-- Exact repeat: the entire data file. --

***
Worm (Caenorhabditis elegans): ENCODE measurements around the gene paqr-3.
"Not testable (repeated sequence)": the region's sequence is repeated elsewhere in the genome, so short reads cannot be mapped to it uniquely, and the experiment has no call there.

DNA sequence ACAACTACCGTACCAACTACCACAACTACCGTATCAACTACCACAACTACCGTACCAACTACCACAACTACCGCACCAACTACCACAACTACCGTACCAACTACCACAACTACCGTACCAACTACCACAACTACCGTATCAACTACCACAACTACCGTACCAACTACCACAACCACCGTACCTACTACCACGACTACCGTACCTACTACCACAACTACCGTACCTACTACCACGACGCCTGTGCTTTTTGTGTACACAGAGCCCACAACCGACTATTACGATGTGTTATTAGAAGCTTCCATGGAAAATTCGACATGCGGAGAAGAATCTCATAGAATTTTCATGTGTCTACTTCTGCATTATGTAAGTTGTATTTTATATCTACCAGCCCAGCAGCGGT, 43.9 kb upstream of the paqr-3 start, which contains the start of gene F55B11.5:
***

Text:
Worm (Caenorhabditis elegans): ENCODE measurements around the gene paqr-3.
"Not testable (repeated sequence)": the region's sequence is repeated elsewhere in the genome, so short reads cannot be mapped to it uniquely, and the experiment has no call there.

DNA sequence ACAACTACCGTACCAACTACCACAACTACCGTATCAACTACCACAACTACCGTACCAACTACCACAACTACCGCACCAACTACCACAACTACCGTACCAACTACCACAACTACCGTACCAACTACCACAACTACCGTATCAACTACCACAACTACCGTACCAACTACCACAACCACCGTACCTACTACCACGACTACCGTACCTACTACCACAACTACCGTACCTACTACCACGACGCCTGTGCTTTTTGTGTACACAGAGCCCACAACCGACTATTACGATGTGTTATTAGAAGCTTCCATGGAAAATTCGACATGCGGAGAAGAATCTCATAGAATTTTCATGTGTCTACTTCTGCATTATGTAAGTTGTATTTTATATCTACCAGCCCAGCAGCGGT, 43.9 kb upstream of the paqr-3 start, which contains the start of gene F55B11.5: